Autoimmune pulmonary aveolar aroteinosis (aPAP) is a rare lung disease characterized by the build-up of grainy material in the alveoli (air sacs) of the lungs. This grainy material is composed mainly of phospholipid (a fat-like substance) and protein. Phospholipid and protein are the key components of lung surfactant, an important substance that coats the alveoli to prevent lung collapse and which promotes oxygen absorption by the lungs. We will use the first model for aPAP to examine the underlying immune mechanisms that cause aPAP. Insights gained through our research could translate into treatment for patients.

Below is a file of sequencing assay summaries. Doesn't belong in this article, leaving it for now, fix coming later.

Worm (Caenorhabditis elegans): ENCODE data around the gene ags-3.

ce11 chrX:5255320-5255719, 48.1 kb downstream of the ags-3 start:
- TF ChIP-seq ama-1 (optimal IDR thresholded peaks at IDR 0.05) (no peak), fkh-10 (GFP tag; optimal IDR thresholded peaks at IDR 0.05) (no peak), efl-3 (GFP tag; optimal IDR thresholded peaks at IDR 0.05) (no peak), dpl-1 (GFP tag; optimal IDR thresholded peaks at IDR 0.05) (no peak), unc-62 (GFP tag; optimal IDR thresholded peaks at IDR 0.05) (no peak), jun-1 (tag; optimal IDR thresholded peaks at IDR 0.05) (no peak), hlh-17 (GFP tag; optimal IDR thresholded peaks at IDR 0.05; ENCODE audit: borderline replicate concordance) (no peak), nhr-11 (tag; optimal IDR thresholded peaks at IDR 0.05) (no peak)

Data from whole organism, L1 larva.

Update: In patients with aPAP, mechanisms that regulate the production and activation of immune cells called Csf2 cytokine-specific B cells are broken, leading to the production of disease-causing Csf2-specific antibodies. We have detected key differences in the type of Csf2-specific antibodies with aPAP. We have also identified key molecules that are required for disease that could serve as candidate therapeutic targets for aPAP patients.